Wal-Mart's Y2k costs up

greenspun.com : LUSENET : TimeBomb 2000 (Y2000) : One Thread

By David Orenstein

04/26/99 Wal-Mart Stores Inc. will spend more than twice as much as it previously expected to solve year 2000 problems and is seeing some deadlines slip. But at $27 million, the new Y2K tab for the nation's largest retailer is still only a fraction of any of its major competitors'.

In its annual shareholders report filed last week with the Securities and Exchange Commission, $137.6 billion Wal-Mart said it had spent only $8 million on year 2000 by the end of January.

It will spend another $19 million this year to test its converted systems and replace noncompliant hardware. In previous reports, Wal-Mart had said its spending would total $12 million. Spokeswoman Jessica Moser declined to explain how the company's estimated expenses have more than doubled.

But recent statements from other retailers show their spending is much higher, ranging from $46 million to $75 million. Several analysts said Wal-Mart's newer systems are keeping its Y2K costs lower than even its largest competitors, which are a fraction of its size.

Rather than heightened efficiency, however, Wal-Mart's year 2000 bill might really be a product of the unclear reporting requirements the SEC has imposed on companies, said Cathy Hotka, vice president of IT at the National Retail Federation (NRF) in Washington.

The NRF is a trade association that includes virtually all the major retailers except Wal-Mart.

Wide disparities in Y2K spending among airlines, for example, have been chalked up to reporting differences rather than major differences in IT sophistication [CW, Feb. 22].

Wal-Mart reported that all its internal systems have been converted and that its critical systems have been tested. A second round of testing began last month, and a third is planned for October.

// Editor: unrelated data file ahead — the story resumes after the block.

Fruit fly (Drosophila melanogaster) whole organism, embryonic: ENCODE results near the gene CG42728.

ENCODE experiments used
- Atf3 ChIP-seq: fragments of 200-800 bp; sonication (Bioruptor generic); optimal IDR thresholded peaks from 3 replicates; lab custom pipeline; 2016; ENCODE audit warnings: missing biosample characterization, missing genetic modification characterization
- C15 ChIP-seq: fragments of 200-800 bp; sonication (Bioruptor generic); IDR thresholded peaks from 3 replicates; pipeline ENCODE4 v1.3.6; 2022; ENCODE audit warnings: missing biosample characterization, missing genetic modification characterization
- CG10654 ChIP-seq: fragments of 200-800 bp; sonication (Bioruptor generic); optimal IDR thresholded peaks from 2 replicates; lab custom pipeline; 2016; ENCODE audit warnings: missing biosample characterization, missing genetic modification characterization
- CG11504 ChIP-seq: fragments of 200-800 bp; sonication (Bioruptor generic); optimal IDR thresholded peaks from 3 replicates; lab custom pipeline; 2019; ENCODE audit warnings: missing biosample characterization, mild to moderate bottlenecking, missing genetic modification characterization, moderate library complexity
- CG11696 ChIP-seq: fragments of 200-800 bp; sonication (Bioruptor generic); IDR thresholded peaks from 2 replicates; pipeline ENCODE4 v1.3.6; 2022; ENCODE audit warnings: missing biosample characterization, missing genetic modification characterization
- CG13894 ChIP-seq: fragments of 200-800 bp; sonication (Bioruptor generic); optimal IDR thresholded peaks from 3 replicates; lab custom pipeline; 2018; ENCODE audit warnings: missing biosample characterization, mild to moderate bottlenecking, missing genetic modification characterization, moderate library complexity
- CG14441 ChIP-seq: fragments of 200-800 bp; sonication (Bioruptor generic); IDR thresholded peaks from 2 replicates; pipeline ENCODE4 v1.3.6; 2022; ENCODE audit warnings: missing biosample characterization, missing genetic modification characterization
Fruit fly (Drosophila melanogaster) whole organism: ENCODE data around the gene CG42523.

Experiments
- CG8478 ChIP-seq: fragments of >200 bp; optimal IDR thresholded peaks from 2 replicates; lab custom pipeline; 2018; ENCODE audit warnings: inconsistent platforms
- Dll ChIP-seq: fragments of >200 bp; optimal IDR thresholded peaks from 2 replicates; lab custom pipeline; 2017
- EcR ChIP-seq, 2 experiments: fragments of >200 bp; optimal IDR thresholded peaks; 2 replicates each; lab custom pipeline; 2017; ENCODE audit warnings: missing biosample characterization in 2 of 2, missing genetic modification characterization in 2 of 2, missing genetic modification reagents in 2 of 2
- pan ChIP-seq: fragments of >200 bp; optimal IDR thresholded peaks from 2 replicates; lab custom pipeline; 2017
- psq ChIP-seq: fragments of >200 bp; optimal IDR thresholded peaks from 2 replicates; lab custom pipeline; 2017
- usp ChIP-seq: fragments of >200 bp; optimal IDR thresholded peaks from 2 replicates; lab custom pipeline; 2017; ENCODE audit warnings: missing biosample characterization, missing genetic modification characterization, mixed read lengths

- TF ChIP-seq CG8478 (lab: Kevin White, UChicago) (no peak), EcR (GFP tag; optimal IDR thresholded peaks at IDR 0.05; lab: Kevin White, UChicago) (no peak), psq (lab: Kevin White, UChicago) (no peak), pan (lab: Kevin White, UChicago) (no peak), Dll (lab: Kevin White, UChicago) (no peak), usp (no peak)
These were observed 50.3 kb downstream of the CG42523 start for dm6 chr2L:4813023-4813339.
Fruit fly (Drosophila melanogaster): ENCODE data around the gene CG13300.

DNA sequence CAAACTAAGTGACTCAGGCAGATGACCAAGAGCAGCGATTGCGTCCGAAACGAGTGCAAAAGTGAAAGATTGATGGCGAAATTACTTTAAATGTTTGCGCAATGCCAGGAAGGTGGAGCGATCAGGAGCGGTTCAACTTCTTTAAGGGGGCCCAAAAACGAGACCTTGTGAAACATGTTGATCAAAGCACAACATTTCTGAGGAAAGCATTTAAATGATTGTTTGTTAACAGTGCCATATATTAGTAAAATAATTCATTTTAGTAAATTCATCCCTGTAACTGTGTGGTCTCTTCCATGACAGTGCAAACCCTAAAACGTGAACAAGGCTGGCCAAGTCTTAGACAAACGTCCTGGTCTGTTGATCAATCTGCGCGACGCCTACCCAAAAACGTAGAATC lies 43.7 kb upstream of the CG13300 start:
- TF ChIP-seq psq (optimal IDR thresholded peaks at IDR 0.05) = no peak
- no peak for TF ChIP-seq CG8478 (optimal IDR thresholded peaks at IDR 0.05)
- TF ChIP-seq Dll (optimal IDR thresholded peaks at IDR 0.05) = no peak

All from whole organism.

But tests with business partners and suppliers will be completed in October instead of July, as Wal-Mart previously reported. The company's formation of a contingency plan was also delayed to October.

But analysts gave Wal-Mart credit for its in-house efforts and business-to-business links. "Wal-Mart is ahead in implementing [new] systems to optimize a whole range of critical retail business processes. [It] hasn't been penny-wise and dollar-foolish," said Greg Girard, an analyst at AMR Research Inc. in Boston.


-- (trend@watcher.now), April 27, 1999


It's worth noting that Walmart's 1999-2000 fiscal year began on Feb 1, 1999. More evidence that the FY rollovers, including the much more visible Apr 1 dates for NY State and Canada, have not (yet) provided any visible evidence of significant Y2K problems.

-- Ed Yourdon (ed@yourdon.com), April 27, 1999.

Which, if ANY of us had used an ounce of thinking cap timeshare, would have been the expected state of affairs and we wouldn't all be defending or explaining this to --bks-- and CET etc.


-- chuck, a Night Driver (rienzoo@en.com), April 27, 1999.

Can they really create a contingency plan between Oct and Dec?

-- Mitchell Barnes (spanda@inreach.com), April 28, 1999.

Perhaps the increased costs are due to addition remediation found necessary after their roll over to the new fiscal year. Notice they said that WalMart has "new systems" too. Are new systems harder or easier to fix than older systems? If easier, one would think that would lower the costs instead of raising them - unless they turn out to be less compliant rather than more.

-- Valkyrie (anon@please.net), April 28, 1999.

What ever happened to the need to have all the repairs DONE by 1/99 to allow for a full year of testing???

-- winna (??@??.com), April 28, 1999.

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